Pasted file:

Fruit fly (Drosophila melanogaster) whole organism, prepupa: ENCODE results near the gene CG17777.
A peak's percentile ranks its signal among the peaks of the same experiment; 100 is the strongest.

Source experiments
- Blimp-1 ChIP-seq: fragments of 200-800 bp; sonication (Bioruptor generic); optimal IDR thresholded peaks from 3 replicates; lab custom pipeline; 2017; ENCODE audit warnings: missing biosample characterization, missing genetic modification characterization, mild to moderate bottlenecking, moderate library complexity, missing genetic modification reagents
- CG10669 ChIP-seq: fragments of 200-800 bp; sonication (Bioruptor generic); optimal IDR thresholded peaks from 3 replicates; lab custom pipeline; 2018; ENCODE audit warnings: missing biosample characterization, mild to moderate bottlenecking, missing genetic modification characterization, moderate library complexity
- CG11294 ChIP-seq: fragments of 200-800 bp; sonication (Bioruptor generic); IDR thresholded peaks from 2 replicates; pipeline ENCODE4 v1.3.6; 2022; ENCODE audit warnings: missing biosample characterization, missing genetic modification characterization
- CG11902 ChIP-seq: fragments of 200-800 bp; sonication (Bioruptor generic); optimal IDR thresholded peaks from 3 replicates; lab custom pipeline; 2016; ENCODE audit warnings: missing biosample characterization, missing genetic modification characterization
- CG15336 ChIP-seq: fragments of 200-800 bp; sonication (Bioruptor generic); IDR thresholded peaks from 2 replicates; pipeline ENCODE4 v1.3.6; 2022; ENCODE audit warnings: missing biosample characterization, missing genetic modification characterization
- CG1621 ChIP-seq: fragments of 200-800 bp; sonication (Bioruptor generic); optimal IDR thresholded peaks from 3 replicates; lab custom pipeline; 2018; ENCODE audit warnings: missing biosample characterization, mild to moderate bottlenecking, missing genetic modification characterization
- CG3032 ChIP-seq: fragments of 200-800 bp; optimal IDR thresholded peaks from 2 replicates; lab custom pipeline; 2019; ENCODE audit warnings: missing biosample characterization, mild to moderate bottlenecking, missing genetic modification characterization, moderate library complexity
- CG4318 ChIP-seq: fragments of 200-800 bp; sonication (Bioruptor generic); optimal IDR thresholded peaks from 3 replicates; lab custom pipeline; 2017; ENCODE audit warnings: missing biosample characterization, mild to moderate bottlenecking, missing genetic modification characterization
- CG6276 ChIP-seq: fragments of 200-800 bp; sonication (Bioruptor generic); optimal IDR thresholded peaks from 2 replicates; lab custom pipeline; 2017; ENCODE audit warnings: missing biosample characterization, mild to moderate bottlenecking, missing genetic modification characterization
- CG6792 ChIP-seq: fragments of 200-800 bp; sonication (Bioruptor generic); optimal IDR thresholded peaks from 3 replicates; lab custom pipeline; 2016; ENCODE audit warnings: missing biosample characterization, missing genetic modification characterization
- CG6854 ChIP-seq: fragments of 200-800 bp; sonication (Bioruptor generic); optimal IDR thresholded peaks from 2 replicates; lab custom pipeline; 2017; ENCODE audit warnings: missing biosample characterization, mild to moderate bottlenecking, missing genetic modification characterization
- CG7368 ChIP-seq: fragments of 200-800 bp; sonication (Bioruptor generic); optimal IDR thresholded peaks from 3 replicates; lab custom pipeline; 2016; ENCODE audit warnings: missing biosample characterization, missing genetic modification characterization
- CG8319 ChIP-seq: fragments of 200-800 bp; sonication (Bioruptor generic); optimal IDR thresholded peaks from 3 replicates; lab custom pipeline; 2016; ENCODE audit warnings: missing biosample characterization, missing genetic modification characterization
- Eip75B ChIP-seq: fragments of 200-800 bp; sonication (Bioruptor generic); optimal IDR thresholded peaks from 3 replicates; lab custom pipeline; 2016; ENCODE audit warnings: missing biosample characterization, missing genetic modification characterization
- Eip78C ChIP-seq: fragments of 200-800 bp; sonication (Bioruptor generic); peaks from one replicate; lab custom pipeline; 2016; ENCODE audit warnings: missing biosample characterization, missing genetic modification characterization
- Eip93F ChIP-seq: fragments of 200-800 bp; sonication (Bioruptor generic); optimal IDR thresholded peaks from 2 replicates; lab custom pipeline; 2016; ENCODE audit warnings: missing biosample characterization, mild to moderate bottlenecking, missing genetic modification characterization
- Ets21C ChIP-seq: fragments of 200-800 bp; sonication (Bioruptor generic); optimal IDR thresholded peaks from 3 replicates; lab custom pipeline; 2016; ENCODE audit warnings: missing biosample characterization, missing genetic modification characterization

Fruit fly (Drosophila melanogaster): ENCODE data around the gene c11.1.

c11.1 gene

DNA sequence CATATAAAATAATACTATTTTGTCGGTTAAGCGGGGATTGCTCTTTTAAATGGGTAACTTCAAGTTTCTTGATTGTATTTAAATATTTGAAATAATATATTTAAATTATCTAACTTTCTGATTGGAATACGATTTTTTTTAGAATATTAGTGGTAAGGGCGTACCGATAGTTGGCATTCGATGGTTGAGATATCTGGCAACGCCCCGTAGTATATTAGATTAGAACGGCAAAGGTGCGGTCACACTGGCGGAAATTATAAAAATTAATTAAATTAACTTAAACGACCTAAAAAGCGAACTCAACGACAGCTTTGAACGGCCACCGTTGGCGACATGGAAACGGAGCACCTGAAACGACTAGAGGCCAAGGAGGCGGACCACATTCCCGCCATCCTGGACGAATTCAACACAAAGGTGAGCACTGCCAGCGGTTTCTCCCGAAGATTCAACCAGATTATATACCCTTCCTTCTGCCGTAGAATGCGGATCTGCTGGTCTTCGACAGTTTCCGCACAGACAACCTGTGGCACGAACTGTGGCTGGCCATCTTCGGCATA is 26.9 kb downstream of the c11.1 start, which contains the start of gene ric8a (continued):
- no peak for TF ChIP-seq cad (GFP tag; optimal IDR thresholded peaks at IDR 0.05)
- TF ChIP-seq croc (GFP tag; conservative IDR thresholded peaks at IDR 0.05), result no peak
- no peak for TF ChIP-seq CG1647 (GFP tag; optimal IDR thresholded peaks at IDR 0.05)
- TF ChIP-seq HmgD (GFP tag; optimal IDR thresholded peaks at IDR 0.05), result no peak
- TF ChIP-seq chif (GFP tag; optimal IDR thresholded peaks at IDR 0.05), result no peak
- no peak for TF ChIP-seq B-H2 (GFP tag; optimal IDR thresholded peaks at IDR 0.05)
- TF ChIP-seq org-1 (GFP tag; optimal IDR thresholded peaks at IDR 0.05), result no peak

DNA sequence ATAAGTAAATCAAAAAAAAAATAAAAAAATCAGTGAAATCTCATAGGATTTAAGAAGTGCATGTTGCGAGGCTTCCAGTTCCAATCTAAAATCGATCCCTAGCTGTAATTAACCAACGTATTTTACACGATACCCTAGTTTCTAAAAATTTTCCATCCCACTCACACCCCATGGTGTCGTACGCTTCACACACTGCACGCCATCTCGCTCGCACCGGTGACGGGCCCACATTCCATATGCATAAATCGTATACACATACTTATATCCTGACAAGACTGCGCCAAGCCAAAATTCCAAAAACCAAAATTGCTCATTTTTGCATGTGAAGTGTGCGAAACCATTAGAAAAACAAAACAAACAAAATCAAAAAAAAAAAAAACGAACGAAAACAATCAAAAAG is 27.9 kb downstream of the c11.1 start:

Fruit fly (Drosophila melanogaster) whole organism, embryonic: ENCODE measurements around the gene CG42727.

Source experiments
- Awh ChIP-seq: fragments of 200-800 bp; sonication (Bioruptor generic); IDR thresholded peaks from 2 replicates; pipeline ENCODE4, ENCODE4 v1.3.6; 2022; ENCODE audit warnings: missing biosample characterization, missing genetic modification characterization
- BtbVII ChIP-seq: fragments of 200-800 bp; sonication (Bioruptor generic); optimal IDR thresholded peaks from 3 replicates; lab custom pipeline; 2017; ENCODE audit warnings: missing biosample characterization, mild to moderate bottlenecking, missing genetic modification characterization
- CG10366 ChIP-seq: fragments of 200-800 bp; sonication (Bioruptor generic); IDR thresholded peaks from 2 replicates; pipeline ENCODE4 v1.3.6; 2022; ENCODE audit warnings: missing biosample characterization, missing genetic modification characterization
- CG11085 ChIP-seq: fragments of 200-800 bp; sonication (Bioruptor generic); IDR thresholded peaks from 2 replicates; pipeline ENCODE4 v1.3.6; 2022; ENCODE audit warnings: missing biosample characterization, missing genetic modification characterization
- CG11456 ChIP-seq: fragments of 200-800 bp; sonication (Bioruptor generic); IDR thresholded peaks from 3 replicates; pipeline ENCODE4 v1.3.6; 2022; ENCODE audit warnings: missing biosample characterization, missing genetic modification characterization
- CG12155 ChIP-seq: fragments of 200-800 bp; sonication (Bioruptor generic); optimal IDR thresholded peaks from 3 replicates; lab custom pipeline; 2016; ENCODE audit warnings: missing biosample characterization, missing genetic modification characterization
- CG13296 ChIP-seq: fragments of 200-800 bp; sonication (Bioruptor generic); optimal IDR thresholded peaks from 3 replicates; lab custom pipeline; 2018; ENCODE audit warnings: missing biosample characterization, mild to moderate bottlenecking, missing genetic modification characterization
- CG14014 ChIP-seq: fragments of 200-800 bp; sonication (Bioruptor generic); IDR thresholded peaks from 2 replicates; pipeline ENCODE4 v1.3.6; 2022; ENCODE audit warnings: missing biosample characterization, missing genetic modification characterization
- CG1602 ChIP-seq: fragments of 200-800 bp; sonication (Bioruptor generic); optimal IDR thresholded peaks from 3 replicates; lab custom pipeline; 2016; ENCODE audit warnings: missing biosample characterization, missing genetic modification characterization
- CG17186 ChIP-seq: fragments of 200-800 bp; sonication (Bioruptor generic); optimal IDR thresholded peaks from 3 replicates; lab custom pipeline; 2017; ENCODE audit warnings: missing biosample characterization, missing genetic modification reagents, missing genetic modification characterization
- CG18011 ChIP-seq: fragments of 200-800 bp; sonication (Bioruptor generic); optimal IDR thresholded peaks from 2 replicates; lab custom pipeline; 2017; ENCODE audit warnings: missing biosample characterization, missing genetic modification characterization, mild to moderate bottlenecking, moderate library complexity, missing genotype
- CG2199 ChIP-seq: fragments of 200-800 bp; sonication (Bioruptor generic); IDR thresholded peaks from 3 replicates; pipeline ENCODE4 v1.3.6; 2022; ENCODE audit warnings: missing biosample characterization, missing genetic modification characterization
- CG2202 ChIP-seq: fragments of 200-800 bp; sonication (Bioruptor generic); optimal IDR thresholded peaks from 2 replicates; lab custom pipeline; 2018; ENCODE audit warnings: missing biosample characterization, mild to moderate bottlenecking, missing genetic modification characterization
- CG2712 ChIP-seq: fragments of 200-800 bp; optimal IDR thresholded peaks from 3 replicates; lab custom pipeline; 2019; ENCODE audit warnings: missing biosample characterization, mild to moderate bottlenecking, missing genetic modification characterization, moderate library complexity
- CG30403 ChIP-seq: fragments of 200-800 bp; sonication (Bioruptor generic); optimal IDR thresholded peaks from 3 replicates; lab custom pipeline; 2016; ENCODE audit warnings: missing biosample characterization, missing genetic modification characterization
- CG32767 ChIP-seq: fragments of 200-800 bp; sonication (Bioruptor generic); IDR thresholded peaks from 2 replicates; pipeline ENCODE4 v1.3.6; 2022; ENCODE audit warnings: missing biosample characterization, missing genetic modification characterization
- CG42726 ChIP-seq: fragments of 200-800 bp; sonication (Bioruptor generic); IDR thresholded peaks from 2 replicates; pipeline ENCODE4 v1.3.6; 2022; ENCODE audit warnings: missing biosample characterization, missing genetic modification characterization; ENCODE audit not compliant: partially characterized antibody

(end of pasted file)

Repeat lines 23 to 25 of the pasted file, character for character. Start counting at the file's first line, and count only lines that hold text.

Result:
DNA sequence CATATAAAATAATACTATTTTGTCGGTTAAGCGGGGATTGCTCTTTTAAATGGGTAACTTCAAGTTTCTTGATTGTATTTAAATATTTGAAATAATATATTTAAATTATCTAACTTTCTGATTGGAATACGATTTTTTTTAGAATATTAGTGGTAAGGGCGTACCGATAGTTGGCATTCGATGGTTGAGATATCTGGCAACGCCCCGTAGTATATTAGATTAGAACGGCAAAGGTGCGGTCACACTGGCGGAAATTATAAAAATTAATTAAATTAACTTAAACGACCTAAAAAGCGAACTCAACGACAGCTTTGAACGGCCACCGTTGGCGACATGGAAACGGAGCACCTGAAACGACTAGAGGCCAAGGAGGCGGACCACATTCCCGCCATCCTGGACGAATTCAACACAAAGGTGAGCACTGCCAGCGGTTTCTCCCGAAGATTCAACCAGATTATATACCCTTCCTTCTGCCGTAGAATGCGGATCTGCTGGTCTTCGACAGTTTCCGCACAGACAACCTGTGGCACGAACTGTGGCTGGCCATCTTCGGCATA is 26.9 kb downstream of the c11.1 start, which contains the start of gene ric8a (continued):
- no peak for TF ChIP-seq cad (GFP tag; optimal IDR thresholded peaks at IDR 0.05)
- TF ChIP-seq croc (GFP tag; conservative IDR thresholded peaks at IDR 0.05), result no peak